Ship Graveyard of the Pacific: A deadly legacy

Most local maritime fatalities involve the crab fleet: The deadliest fishery on the West Coast.<BR><I>KEVIN HEIMBIGNER photo</i>

Consider that more men have died in the Northwest Dungeness crab fishery since 1999 than in the Bering Sea crab fishery made famous in the TV series "Deadliest Catch." Crabbing is among our peninsula's most important industries, and yet every Dec. 1 when the season begins many families start losing sleep, awaiting the safe return of loved ones.

Nowadays, it is mostly crab boats and inexperienced weekend salmon fishmen that preserve our legendary but sad legacy as Ship Graveyard of the Pacific. The river, ocean or bay during a storm are wicked traps waiting to snap shut.

Innocent Peninsula sands hide the remains of many vessels. Lean into a gale on a stormy day on the rocky headlands overlooking Cape Disappointment State Park and you'll be able to imagine ghost ships bearing down on the rocks, sails tattered and masts splintered, sailors praying for deliverance.

These few miles of beach and cliffs, from Leadbetter Point in the north to Cape Disappointment in the south, have consumed more ships than just about any other real estate in the world.

Why is it so dangerous here for ships? In the days before satellite navigation and cell phones, sailors sometimes had little idea where they were in relation to the shore, especially during raging winter storms that can last for weeks.

Even when visibility was acceptable, ships often had trouble traversing the Columbia River bar, the area in which the gigantic flow of the river rushes headlong into towering ocean waves.

Ships and lives are still lost today. A somewhat choppy but manageable river can suddenly twist itself into an unimaginable chaos of tossing, turning, icy water.

Almost 2,000 vessels of all types and about 700 lives have been claimed by the treacherous sea over the past 300 years. Some vessels were stranded, while others sunk outright or simply disappeared in that infamous triangle formed by Clatsop Spit, Leadbetter Point and Astoria.

"Some boats survived the ordeal and went on to sail another day," says local historian and author Nancy Lloyd. "Others were complete shipwrecks, a few of which are still in evidence.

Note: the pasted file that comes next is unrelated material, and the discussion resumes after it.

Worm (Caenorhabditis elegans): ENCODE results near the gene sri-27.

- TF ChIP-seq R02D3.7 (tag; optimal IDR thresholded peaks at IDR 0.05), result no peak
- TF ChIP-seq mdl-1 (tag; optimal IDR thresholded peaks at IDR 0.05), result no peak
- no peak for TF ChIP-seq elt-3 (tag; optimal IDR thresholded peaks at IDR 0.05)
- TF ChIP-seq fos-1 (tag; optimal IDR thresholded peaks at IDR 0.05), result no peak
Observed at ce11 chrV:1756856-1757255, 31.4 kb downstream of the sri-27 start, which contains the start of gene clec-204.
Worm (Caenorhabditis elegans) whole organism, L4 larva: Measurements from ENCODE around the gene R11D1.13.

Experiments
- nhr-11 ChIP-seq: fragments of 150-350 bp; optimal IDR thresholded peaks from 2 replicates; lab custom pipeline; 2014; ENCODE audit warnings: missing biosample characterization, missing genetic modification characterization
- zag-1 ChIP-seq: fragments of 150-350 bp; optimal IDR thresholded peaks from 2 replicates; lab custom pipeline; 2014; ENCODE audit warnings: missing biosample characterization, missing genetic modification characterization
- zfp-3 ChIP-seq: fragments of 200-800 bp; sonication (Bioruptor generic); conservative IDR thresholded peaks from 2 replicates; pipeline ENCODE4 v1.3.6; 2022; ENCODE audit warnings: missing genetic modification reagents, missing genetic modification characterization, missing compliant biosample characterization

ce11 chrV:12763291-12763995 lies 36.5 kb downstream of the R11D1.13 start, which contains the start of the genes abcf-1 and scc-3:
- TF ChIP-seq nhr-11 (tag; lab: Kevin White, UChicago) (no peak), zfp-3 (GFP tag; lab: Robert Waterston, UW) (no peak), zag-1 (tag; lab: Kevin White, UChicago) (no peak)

The Bettie M is visible on Jetty A. The Peter Iredale on Clatsop Beach may be the most photographed shipwreck anywhere. The Alice in Ocean Park occasionally shows a bit of skeleton. The Admiral Benson at Benson Beach continues to snag fishing gear.

The list below - covering only the early period of local settlement - offers the name of the vessel, the year she went down, her country of origin, the type of vessel and the lives lost, if known.

Chatham, 1792, British tender.

Small boat from the Hazard, 1798, American brigantine, five lost.

Small boat from the Tonquin, 1811, American ship, 10 lost.

Raccoon, 1813, British sloop of war.

William and Ann, 1829, British barkentine, 26 lost.

Isabella, 1830, Hudson Bay Co., British supply brigantine.

H.M.S. Sulphur, 1839, British Royal Navy ship.

U.S.S. Peacock, 1841, U.S. Navy ship.

U.S.S. Shark, 1846, U.S. Navy survey schooner, crew lost.

Maine, 1848, American whaler.

Vancouver, 1848, British barkentine.

Josephine, 1849, British brigantine.

L'Etoile du Matin, 1849, French ship.

Silvie de Grace, 1849, American packet ship.

Orbit, 1850, American brigantine.

Bordeaux, 1852, barkentine.

U.S.S. Dolphin, U.S. Navy brigantine.

General Warren, 1852, American steamship, 42 lost.

Machigone, 1852, American schooner, nine lost.

Marie, 1852, American brigantine, nine lost.

Potomac, 1852, brigantine.

I. Merrithew, 1853, American barkentine.

Mindora, 1853, American barkentine.

Oriole, 1853, American barkentine.

Palos, 1853, American brigantine, one lost.

Vandalia, 1853, American barkentine, nine lost.